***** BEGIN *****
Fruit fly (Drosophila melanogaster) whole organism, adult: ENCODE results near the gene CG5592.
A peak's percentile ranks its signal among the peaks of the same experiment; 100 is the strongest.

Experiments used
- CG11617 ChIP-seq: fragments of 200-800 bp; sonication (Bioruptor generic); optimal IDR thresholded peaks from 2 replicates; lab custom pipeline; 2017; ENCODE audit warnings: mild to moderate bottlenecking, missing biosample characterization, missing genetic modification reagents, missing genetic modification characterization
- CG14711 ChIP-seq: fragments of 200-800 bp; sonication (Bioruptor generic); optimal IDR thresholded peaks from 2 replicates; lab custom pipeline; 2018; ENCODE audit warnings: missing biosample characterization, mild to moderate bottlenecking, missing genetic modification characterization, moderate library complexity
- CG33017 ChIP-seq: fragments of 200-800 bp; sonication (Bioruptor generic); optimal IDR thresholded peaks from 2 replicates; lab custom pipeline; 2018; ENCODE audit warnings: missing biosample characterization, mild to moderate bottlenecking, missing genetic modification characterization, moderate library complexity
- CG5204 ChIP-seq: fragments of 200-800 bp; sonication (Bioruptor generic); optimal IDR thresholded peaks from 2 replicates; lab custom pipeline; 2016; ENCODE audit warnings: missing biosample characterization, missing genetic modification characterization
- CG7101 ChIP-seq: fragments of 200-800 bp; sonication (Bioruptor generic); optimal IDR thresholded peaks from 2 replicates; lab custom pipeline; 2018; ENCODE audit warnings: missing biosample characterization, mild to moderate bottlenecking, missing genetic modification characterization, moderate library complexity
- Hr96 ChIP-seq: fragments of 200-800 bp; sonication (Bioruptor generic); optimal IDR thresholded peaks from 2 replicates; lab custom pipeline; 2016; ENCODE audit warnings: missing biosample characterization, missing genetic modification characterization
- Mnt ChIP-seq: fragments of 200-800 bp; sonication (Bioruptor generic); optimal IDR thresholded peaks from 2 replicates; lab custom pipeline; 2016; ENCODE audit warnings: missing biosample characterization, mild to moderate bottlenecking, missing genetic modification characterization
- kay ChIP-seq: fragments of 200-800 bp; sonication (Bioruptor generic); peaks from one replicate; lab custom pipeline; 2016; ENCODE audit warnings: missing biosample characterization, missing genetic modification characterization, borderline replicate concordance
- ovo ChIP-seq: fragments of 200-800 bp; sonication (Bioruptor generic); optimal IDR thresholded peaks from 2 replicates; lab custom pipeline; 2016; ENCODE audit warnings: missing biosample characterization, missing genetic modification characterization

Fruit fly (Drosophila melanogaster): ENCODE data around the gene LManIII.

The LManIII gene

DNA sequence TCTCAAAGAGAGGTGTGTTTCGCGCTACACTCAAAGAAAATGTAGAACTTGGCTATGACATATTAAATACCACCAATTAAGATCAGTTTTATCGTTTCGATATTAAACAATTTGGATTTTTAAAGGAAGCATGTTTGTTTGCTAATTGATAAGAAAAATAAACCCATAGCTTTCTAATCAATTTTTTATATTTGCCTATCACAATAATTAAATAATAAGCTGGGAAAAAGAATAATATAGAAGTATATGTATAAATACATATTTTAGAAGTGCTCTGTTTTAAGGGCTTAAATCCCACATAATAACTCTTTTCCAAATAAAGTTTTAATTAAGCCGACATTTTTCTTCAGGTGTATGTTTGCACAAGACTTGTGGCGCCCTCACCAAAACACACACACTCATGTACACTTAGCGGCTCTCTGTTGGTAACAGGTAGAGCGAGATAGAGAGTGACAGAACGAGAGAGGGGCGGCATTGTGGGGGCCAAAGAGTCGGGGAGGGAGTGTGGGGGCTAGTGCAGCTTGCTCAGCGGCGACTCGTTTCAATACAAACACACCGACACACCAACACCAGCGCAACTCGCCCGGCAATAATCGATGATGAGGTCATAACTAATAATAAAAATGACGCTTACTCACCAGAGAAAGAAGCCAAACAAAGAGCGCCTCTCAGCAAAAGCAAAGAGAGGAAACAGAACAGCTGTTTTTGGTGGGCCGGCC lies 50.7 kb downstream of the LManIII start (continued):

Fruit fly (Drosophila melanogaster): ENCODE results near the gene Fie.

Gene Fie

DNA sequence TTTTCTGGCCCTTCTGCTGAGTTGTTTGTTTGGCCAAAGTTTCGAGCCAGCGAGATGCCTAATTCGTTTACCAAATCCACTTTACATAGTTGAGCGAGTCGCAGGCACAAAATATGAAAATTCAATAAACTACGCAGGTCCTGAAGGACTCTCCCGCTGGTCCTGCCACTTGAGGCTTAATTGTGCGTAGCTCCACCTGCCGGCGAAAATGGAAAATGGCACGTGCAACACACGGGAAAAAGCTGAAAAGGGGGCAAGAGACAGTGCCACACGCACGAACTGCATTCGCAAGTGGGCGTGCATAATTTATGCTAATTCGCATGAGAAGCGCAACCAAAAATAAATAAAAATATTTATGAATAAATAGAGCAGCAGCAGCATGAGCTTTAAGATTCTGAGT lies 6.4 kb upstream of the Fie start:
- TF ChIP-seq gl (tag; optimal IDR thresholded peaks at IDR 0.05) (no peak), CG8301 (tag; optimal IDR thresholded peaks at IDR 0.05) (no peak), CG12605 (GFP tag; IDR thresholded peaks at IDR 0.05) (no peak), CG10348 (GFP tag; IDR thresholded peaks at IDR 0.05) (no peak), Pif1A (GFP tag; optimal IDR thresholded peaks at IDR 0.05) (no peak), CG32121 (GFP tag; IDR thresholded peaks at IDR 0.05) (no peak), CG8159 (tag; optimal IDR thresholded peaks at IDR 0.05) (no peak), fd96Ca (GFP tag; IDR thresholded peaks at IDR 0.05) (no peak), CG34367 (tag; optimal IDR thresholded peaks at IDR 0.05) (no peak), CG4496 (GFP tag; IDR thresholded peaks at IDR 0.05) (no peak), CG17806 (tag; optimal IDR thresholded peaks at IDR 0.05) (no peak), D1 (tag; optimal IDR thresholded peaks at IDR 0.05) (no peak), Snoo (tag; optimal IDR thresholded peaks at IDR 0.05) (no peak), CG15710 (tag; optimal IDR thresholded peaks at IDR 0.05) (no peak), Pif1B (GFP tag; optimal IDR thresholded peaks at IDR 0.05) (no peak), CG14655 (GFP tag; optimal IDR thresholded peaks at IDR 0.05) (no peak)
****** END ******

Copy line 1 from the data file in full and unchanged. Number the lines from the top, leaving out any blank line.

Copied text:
Fruit fly (Drosophila melanogaster) whole organism, adult: ENCODE results near the gene CG5592.